Fellow of the Royal Society of Biology (2022)

University of Edinburgh Chancellor's Fellowship (2015)

Marie Curie funded sabbatical visits (6 months total) at Harvard Medical School dept Systems Biology (2012 to 2013) and Vanderbilt Medical School Vanderbilt-Ingram Cancer Centre (2013).

Member of the Royal Society of Edinburgh Young Academy of Scotland (2011)

Scottish Crucible Fellow (2010)

Royal Society of Edinburgh Scottish Government Fellowship (2009)




SynLeGG: Synthetic Lethality with Genetics and Genomics - www.overton-lab.uk/synlegg

Royal Society of Edinburgh Young Academy of Scotland Open Data working group - https://www.youngacademyofscotland.org.uk/our-work/smarter/


Contributions to Postgraduate Taught and Undergraduate programmes at Queen's University Belfast:

1) Coordinator, assessment lead and delivery of Lectures/Tutorials for modules within the Bioinformatics and Computational Genomics MSc programme:

- 'Dissertation Research Project' (2017-present)

- 'Systems Medicine: From Molecules to Populations' (2019-present)

- 'Scientific Programming & Statistical Computing' (2021-22)

2) Supervision and assessment of postgraduate (2017-present) and undergraduate (2018-present) dissertation research projects and internships.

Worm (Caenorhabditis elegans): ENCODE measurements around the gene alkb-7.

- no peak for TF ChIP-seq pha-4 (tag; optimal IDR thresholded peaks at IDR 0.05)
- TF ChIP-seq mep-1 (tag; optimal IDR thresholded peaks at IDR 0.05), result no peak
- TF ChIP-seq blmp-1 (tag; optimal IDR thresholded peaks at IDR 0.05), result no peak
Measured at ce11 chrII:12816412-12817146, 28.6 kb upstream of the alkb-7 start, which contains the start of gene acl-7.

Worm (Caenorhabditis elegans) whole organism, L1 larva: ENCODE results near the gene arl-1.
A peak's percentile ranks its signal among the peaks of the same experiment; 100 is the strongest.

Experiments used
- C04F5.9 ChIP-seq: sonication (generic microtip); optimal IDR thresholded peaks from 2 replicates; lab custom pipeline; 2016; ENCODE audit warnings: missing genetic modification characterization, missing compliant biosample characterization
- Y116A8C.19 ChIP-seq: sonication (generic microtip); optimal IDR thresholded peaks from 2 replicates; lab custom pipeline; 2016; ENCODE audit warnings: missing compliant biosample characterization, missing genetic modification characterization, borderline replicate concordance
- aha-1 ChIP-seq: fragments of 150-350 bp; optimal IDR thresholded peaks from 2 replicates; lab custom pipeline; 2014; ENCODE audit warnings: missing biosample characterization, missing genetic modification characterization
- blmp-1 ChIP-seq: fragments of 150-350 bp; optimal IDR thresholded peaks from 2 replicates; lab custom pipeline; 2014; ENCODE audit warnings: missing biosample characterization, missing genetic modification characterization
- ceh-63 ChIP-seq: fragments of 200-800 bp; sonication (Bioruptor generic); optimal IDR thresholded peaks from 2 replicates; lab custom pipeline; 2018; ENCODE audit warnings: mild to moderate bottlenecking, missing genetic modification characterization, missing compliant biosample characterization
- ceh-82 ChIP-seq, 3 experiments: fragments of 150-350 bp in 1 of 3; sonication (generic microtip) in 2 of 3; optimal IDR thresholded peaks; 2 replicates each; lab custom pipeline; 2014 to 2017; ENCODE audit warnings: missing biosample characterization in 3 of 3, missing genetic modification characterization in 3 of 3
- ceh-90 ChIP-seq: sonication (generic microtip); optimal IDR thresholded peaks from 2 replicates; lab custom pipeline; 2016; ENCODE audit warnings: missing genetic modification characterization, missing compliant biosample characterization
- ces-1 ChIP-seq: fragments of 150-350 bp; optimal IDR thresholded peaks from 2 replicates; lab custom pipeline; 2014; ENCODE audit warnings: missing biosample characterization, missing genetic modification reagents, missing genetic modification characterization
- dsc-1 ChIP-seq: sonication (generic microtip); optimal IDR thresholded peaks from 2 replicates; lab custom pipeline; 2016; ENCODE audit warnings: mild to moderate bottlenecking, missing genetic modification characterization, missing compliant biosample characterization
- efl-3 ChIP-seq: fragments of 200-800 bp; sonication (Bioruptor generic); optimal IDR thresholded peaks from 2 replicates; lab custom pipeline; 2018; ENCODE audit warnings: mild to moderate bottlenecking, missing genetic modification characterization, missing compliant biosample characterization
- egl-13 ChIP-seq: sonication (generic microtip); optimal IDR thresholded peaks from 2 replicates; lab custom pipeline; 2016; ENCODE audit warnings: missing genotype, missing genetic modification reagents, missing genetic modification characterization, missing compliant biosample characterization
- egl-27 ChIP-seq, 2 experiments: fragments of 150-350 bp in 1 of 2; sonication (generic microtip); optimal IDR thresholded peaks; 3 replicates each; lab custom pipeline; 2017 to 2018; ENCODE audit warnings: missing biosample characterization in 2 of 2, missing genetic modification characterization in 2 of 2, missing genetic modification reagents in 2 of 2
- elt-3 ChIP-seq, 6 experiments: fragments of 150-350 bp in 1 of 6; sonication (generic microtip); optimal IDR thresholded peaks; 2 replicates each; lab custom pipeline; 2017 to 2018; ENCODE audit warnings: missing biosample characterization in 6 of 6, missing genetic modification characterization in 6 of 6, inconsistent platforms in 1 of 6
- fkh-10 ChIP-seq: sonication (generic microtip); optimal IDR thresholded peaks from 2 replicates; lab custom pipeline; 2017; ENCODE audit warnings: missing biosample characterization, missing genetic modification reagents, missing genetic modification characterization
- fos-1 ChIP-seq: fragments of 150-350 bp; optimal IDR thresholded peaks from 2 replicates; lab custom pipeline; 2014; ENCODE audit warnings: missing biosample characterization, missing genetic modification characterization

3) Delivery of lectures, a tutorial and  contributing to assessment for the module 'Bioinformatics and Systems Biology', part of the Molecular Biology and Biotechnology MSc programme. (2021-22 to present).

4) Lecture ‘Introduction to Systems Thinking in Biology’ within the 'Introductory Cell Biology and Computational Analysis' module (2017-20), shared across the following MSc programmes: i) Bioinformatics and Computational Genomics, ii) Molecular Pathology of Cancer, iii) Cancer Medicine & Oncology Drug Discovery.

5) Tutor for Medical Undergraduate Personal & Professional Development Portfolio (2018-2020).

6) Statistics seminar for the iENGAGE summer programme (2021).

Expertise related to UN Sustainable Development Goals

In 2015, UN member states agreed to 17 global Sustainable Development Goals (SDGs) to end poverty, protect the planet and ensure prosperity for all. This person’s work contributes towards the following SDG(s):

  • SDG 3 - Good Health and Well-being
  • SDG 4 - Quality Education
  • SDG 5 - Gender Equality
  • SDG 9 - Industry, Innovation, and Infrastructure